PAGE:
[Editor's Note: In On the Rise, the House profiles an exciting new talent whose career, be it behind the camera or in front of it, is worth watching.]
The bookish geek and the boyish heartthrob merge in the personage of Dane DeHaan, a 26-year-old Pennsylvania native who's suddenly swimming in Hollywood deals. DeHaan was largely unknown less than one year ago, when his most famous turn was as Jesse D'Amato on HBO's In Treatment, the veritable talent factory that also nurtured Mia Wasikowska, the actor's Lawless co-star. In February 2012, winter's annual glut of multiplex garbage was given a minor boost by Chronicle, a found-footage genre flick that saw DeHaan play a teen abusing newfound superpowers. Like Leonardo DiCaprio before him, DeHaan has that classic look of cherubic blond innocence, tinged with enough awkwardness (and bottled-up rage) to aid an outcast volatility. It's a quality that's given DeHaan a cool dramatic edge, ever since he went all Firestarter in Chronicle and scored ample critical kudos. He also put himself on casting directors' radar, as proven by the rush of roles that have steadily followed his breakthrough.
In Lawless, John Hillcoat's moonshine-runner western, DeHaan gave a memorable performance as Cricket Pate, the ill-fated colleague of Tom Hardy and Shia LaBeouf's Bondurant brothers. Within months he moved on to appear as a Union soldier in Lincoln, lending his malleable skills to the year's finest ensemble. Filmgoers may have also caught him in Jack & Diane, which gave him a small part as the friend of Riley Keough's werewolf-courting lesbian.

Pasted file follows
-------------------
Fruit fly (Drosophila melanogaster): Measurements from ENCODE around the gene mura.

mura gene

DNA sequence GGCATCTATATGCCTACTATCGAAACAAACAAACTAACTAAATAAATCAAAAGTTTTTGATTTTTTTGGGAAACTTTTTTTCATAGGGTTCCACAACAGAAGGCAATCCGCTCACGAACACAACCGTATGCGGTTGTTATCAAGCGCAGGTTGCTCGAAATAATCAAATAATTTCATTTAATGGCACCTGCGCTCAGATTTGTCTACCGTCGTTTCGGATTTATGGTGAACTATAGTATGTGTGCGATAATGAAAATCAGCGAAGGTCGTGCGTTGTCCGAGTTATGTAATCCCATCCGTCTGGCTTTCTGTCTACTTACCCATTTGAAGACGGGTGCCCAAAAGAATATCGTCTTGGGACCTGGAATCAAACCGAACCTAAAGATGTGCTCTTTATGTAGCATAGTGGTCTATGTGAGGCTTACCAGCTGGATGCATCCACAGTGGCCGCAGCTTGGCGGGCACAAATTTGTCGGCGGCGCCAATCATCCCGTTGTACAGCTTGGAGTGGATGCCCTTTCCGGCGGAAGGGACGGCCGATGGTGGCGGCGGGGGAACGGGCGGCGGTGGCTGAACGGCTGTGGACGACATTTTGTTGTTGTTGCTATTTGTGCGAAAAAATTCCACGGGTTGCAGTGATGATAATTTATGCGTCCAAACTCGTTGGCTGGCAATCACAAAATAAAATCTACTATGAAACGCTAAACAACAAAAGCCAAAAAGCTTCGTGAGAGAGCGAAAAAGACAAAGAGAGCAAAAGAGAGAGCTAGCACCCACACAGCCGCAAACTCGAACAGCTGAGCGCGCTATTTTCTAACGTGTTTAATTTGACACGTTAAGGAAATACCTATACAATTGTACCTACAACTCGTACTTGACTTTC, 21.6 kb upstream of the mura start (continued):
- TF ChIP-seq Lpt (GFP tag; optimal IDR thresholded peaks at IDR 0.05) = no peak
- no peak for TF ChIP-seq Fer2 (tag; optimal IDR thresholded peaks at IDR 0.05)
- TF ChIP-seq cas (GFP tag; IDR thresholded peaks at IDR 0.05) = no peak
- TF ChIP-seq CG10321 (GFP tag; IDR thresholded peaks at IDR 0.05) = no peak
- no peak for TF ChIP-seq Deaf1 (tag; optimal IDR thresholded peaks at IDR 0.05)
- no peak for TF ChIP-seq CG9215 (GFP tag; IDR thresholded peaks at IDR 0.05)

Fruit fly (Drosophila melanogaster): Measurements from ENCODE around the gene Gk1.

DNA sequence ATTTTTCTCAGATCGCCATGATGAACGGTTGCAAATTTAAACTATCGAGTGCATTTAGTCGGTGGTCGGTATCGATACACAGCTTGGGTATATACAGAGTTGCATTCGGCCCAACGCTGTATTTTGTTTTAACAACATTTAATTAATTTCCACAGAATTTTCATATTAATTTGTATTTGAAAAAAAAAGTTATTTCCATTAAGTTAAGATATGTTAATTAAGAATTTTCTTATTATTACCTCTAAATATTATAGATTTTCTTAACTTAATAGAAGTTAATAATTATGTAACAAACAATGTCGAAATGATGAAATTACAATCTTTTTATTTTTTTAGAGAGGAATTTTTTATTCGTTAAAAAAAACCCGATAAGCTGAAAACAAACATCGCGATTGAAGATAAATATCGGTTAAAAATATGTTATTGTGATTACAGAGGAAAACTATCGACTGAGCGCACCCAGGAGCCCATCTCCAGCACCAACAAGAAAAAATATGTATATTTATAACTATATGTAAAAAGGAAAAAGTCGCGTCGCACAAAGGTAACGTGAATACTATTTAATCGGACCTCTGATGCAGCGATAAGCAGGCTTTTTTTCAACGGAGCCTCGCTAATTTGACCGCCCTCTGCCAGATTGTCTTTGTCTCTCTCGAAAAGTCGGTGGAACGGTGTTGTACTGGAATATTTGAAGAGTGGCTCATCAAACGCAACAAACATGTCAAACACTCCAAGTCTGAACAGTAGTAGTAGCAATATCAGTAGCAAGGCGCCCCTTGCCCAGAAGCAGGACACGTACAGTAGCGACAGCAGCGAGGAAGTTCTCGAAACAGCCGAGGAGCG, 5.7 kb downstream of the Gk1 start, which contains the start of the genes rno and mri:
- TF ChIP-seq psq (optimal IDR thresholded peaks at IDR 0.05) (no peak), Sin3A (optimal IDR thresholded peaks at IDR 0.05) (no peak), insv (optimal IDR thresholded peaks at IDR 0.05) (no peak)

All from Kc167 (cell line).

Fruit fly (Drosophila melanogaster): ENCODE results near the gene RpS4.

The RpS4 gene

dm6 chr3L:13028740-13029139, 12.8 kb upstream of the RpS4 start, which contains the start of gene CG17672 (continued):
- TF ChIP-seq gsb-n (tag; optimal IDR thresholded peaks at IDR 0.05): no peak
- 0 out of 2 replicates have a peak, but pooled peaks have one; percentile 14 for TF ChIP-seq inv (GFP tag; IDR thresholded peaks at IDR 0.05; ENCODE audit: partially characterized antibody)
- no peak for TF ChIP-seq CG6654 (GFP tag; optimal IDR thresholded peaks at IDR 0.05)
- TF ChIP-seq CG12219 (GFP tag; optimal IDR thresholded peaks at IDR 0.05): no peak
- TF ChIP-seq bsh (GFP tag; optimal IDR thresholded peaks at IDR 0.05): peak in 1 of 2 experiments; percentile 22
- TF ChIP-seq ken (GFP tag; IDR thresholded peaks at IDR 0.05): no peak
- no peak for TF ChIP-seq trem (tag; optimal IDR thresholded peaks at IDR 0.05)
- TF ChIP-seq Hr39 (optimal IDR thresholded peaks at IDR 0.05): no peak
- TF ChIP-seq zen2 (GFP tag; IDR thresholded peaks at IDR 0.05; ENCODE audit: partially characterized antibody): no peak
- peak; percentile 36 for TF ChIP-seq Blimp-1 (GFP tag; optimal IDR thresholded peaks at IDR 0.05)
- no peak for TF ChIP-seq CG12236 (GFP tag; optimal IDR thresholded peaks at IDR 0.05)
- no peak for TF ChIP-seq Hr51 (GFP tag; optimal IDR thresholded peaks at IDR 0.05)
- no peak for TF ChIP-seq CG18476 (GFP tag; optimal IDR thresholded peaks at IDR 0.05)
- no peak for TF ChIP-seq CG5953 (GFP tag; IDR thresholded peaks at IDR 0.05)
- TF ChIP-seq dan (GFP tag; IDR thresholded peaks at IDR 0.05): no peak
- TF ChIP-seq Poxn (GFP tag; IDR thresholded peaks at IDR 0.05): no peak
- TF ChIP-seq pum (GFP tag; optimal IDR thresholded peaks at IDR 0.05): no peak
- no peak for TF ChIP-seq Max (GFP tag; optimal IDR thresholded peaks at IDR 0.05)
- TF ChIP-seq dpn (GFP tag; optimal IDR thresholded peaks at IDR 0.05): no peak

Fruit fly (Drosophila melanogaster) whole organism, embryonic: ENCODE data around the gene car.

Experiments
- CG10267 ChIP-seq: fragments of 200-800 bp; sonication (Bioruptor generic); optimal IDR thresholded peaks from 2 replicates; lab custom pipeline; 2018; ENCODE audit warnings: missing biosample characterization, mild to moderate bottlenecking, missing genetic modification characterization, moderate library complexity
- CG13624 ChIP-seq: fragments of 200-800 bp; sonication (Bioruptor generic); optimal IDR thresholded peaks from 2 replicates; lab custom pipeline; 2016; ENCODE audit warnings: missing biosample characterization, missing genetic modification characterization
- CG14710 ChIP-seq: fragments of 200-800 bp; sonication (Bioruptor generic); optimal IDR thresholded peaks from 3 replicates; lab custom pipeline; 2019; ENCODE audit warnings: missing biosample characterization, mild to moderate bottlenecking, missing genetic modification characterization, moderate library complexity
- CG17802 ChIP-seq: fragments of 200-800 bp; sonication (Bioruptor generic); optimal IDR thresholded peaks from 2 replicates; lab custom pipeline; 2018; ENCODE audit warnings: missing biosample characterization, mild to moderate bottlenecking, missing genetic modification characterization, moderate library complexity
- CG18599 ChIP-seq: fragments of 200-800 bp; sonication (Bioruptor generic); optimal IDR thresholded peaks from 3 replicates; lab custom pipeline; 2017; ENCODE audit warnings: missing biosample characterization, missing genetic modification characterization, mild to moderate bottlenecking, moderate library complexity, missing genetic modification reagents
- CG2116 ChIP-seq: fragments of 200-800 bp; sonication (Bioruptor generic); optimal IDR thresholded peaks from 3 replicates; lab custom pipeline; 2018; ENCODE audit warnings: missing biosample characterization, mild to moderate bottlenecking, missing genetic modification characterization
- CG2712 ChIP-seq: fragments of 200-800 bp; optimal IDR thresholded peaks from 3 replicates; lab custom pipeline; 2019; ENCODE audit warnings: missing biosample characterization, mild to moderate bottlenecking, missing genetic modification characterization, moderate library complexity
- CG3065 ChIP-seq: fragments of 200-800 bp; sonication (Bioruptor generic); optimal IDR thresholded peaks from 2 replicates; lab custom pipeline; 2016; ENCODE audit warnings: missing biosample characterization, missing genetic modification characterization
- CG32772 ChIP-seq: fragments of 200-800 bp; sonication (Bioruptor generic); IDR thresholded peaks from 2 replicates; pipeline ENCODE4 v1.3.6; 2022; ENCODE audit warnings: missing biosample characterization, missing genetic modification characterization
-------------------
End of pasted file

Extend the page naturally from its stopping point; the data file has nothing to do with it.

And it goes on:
And yet, 2012 is bound to prove a mere warm-up for this on-fire performer, whose biggest bit of casting news came just days ago. Sucked into the reboot phenomenon that is the Amazing Spider-Man franchise, DeHaan will succeed James Franco as Harry Osborn, playing the villainy-bound chum of Andrew Garfield's Peter Parker. Since Chronicle already helped to place DeHaan in fanboys' good graces, the announcement seems largely well-embraced, and it cements the young star as someone whose household-name days aren't far off.
The Spider-Man gig is surely the most high-profile of DeHaan's recent achievements, but it's set to arrive after a full year of growing DeHaan ubiquity. The lithe star is among the exciting actors poised to bring life to Kill Your Darlings, 2013's Beat-Generation drama that also features Elizabeth Olsen, Daniel Radcliffe, Michael C. Hall, Ben Foster, and Jennifer Jason Leigh. Inheriting the role from the great Ben Whishaw, who was initially considered, DeHaan will portray Lucien Carr in the film, expanding his tackled eras to include New York of the 1940s (Radcliffe will play Allen Ginsburg, while Foster will portray William Burroughs). Additionally, DeHaan will act opposite Reese Witherspoon and Colin Firth in Devil's Knot, Atom Egoyan's narrative thriller about the West Memphis Three, the wrongfully accused trio who've helped make Joe Berlinger's career. DeHaan's role remains unconfirmed, but one can only assume he'll be rocking the prison garb of one of the jailed boys.
One might say DeHaan has had a somewhat typical career trajectory, if now marked by a rather enviable, atypical surge. A graduate of the University of North Carolina School of the Arts, the actor made his TV debut as many struggling actors might: with a guest spot on Law & Order: Special Victims Unit. He then dutifully popped up in an obscure film from an indie auteur, starring in Amigo for director John Sayles. But then came a brief arc on HBO's True Blood, and finally, Chronicle's official opening of the flood gates. Before long, the elfish scene-stealer will be exchanging dialogue with Ryan Gosling, rounding out his 2013 slate with A Place Beyond the Pines, Derek Cianfrance's Blue Valentine follow-up. It's all part of the job for the now-tireless DeHaan, who's surely reached a place well beyond anonymity.